A standard reading of modern political theory, or one could arguably say the standard reading, lays the greatest emphasis upon the state of nature theories and their attendant arguments concerning the social contract. Beginning with Hobbes, this standard reading continues on through Locke and Rousseau, emphasizing along the way the influence of Locke upon Jefferson. Given the revolutions of the late 18th century, especially in light of the social contract justifications given by Jefferson in the Declaration of Independence, it is perhaps not surprising that this has become the standard reading.
What I would like to argue is that it is precisely the importance of the social contract theorists for the intellectuals who sought a justificatory ground for revolution that has resulted in the great stress that has been laid upon this aspect of modern political theory. Lurking beneath this standard reading of political theory we can find a deeper tension at play, and a tension that provides for a more comprehensive and illuminating account of political and economic processes as they have actually unfolded since the late 17th century. This is the tension between the thought of Spinoza and Leibniz.
Teaching American philosophy this semester has given me an opportunity to revisit the texts of Peirce. I’ve long drawn great intellectual sustenance from Peirce’s thought, using some of his concepts for example as part of a general critique of Badiou in an essay I published a few years back in the Southern Journal of Philosophy. But I’ve not read Peirce recently and in the interim I’ve been delving into speculative realism, Latour, Hume, and a number of other areas not directly connected to Peirce. It therefore came as a pleasant surprise to come across this passage from “Synechism, Fallibilism, and Evolution”:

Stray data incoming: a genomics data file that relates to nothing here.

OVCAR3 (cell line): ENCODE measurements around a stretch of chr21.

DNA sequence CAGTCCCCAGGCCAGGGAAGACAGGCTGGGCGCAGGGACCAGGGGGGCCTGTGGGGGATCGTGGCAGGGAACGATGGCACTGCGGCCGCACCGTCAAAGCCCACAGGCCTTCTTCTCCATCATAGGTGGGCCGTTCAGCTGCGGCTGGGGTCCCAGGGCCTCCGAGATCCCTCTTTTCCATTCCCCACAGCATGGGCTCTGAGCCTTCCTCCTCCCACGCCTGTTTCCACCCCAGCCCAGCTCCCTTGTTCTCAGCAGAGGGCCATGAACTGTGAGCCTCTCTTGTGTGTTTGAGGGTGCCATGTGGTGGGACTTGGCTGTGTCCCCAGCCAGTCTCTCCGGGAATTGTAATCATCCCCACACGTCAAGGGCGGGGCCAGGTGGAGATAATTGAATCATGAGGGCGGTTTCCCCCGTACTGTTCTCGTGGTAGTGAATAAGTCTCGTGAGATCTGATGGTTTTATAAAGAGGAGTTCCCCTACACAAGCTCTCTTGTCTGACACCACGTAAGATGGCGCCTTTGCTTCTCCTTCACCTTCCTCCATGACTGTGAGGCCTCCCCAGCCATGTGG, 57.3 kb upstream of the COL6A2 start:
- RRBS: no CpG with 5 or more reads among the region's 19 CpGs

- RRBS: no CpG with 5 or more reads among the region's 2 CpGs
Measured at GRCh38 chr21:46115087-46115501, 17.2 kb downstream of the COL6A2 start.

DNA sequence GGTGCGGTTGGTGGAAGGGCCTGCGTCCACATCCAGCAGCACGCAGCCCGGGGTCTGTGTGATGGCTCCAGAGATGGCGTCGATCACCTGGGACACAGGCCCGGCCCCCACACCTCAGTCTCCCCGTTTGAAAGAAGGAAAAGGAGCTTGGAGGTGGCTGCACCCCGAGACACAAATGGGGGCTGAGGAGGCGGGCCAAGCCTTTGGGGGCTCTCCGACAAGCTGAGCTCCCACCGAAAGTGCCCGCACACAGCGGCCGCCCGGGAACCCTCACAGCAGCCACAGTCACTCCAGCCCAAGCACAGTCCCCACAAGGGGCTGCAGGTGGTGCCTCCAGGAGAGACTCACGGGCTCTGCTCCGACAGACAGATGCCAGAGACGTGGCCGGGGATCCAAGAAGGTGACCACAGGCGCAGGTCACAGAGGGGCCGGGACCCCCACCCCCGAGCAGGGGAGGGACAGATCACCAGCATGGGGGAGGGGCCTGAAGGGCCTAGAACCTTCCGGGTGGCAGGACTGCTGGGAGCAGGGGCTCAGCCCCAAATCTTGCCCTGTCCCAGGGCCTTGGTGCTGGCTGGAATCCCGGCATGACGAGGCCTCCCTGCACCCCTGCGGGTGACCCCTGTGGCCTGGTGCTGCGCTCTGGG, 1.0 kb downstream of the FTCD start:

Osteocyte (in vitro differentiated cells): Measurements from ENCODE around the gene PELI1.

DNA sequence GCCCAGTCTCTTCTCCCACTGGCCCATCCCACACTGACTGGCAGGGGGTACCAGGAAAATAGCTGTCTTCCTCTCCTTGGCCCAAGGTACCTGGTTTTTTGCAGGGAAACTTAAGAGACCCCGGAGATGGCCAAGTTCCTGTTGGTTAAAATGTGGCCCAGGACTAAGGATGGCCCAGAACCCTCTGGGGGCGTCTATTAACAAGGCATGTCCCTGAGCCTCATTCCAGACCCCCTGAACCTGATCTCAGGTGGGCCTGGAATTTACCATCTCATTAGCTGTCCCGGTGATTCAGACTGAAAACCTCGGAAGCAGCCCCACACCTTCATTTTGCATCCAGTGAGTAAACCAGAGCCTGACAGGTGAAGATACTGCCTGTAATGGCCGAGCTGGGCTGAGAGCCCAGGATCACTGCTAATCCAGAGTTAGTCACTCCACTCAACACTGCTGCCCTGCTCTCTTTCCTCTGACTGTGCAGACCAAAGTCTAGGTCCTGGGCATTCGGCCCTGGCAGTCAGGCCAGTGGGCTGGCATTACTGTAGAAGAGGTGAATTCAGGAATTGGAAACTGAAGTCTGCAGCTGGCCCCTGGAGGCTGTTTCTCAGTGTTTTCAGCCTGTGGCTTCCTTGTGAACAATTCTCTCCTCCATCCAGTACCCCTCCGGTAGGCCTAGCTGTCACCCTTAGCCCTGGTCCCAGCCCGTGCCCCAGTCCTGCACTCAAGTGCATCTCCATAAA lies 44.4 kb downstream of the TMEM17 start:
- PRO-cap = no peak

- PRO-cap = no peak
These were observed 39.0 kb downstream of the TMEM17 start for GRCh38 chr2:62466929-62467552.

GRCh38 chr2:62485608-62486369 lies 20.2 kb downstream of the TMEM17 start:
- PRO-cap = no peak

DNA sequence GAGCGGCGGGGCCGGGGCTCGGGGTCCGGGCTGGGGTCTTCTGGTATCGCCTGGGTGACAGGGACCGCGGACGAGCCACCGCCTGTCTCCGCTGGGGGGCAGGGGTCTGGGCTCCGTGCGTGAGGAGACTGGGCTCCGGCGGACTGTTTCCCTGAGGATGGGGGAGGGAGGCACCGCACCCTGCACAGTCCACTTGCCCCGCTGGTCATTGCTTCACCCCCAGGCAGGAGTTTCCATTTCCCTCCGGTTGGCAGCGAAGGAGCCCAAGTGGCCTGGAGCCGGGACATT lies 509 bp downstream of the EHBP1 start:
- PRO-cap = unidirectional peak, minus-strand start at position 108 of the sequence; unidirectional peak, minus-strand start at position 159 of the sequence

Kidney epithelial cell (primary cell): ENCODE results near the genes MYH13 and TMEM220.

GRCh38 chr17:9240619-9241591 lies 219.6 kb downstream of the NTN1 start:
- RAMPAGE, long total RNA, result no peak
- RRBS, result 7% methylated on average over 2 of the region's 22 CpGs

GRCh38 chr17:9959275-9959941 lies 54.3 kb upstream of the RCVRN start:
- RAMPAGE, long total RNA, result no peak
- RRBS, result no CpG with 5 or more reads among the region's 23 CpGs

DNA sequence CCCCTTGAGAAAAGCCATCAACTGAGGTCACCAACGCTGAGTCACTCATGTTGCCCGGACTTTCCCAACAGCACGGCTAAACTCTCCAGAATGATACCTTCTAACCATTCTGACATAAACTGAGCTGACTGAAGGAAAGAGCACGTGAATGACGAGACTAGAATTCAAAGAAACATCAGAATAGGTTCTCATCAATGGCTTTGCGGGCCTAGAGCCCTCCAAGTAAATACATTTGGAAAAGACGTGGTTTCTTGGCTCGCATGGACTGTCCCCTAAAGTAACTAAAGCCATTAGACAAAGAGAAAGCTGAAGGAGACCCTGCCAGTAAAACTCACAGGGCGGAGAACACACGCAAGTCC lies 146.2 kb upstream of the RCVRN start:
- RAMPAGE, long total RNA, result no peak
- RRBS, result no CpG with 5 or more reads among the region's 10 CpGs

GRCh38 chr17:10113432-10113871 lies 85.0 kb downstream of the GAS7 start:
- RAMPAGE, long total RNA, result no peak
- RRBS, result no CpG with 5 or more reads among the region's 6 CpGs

If all things are continuous, the universe must be undergoing a continuous growth from non-existence to existence. There is no difficulty in conceiving existence as a matter of degree. The reality of things consists in their persistent forcing themselves upon our recognition. If a thing has no such persistence, it is a mere dream. Reality, then, is persistence, is regularity.
In his excellent book, Before Logic, Richard Mason (who also has a nice book on Spinoza, The God of Spinoza) argues that problems in logic as logicians understand them, and as they attempt to resolve them, are themselves consequences of particular choices, choices that exclude options that might have been on the table had another choice been made. Mason is quite adamant that this does not involve historicizing logic, nor does he adhere to an ahistorical view of logic. The arguments of Mason’s small book are all ‘intended,’ as he claims in the final lines of his book, ‘to show how logic must be part of philosophy, not in any sense before it. Too much must come first.’ And some of what comes first are particular interests and choices that set the stage for the logical developments to follow. One such choice is between Spinoza and Leibniz.